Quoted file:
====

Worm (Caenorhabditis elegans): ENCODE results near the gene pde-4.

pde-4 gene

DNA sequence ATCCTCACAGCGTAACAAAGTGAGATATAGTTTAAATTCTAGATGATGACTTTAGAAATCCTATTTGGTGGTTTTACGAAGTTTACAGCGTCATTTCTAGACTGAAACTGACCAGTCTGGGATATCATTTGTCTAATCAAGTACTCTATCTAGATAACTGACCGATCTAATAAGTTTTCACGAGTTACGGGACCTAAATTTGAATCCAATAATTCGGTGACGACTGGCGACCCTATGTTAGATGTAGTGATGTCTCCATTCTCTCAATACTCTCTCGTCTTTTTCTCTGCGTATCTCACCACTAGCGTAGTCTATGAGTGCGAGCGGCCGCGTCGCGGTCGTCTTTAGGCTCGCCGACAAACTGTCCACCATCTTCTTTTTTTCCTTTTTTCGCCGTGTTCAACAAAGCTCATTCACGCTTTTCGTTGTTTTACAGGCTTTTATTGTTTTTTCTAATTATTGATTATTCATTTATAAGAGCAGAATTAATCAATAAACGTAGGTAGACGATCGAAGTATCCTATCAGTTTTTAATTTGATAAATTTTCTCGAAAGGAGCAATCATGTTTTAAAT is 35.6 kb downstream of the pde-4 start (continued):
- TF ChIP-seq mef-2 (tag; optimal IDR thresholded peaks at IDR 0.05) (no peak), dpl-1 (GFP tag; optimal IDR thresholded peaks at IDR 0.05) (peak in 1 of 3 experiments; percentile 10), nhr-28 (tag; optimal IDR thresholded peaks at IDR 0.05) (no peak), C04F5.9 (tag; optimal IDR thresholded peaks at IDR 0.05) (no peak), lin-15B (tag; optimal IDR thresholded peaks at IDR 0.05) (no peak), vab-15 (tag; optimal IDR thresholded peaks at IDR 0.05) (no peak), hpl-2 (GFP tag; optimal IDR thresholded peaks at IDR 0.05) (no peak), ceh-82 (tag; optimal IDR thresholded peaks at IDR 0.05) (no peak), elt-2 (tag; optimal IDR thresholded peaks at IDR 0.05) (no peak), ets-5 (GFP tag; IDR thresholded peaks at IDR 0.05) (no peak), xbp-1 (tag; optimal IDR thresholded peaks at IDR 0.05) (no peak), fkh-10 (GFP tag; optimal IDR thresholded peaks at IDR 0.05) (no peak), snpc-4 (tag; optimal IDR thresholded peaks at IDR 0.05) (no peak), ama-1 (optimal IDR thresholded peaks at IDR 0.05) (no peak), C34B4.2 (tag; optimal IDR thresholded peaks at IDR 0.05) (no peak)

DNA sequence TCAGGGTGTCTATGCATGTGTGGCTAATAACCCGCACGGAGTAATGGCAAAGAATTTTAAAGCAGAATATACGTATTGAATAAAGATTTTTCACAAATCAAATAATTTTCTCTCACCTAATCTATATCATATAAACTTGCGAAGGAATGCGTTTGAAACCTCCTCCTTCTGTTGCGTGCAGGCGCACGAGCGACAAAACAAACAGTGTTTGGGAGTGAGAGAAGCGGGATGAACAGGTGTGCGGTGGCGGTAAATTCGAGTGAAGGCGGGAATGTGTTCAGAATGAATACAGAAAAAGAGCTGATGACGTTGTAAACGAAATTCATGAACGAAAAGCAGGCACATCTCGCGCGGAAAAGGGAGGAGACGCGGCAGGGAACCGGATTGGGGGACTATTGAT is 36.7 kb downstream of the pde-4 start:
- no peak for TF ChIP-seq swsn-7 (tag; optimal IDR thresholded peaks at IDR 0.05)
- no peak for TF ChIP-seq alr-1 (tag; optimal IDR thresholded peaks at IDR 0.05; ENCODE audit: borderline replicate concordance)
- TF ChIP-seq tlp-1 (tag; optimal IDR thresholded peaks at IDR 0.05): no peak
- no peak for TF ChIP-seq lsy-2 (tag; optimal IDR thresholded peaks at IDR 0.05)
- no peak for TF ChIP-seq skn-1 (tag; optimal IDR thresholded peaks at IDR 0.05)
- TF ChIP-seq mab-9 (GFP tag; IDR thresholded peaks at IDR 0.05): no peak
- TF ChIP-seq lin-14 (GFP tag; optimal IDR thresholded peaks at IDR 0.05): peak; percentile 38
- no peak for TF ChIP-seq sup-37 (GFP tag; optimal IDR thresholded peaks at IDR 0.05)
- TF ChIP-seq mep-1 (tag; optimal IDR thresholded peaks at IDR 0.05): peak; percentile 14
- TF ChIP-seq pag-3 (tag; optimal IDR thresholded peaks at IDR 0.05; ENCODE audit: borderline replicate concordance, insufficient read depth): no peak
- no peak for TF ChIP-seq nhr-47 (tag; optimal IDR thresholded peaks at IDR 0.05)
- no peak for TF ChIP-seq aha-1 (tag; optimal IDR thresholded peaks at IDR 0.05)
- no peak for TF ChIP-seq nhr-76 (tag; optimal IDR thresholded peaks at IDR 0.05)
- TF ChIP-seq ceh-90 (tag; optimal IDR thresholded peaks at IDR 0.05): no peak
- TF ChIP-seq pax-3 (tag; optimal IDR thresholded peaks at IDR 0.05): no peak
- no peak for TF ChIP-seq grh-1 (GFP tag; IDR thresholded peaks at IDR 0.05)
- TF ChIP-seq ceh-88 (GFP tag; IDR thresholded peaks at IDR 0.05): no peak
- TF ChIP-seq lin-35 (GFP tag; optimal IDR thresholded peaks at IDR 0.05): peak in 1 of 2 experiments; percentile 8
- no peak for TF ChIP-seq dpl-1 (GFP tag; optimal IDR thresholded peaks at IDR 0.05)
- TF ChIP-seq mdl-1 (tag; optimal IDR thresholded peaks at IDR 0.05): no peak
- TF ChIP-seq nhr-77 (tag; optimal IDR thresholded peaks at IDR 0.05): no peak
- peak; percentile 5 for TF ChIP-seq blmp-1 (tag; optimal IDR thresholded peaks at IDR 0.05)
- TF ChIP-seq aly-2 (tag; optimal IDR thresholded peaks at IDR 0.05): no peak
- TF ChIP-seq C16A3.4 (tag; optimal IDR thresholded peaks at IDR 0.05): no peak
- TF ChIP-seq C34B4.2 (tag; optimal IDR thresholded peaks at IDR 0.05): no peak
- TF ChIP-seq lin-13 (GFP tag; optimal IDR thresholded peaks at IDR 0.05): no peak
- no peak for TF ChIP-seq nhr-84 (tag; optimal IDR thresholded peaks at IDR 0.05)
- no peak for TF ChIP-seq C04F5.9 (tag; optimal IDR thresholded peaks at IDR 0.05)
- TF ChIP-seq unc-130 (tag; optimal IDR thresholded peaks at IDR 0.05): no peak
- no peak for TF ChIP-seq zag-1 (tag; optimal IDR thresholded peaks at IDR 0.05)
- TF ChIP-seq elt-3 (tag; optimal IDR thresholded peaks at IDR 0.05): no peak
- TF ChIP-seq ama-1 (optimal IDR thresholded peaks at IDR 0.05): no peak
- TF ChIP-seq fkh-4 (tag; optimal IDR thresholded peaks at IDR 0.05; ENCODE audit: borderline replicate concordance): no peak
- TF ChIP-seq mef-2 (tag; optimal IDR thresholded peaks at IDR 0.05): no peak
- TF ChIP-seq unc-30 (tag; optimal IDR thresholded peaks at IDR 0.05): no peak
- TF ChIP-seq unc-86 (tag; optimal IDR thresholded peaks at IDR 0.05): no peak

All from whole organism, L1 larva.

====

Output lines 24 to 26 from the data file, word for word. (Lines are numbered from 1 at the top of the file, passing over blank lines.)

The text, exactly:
- no peak for TF ChIP-seq dpl-1 (GFP tag; optimal IDR thresholded peaks at IDR 0.05)
- TF ChIP-seq mdl-1 (tag; optimal IDR thresholded peaks at IDR 0.05): no peak
- TF ChIP-seq nhr-77 (tag; optimal IDR thresholded peaks at IDR 0.05): no peak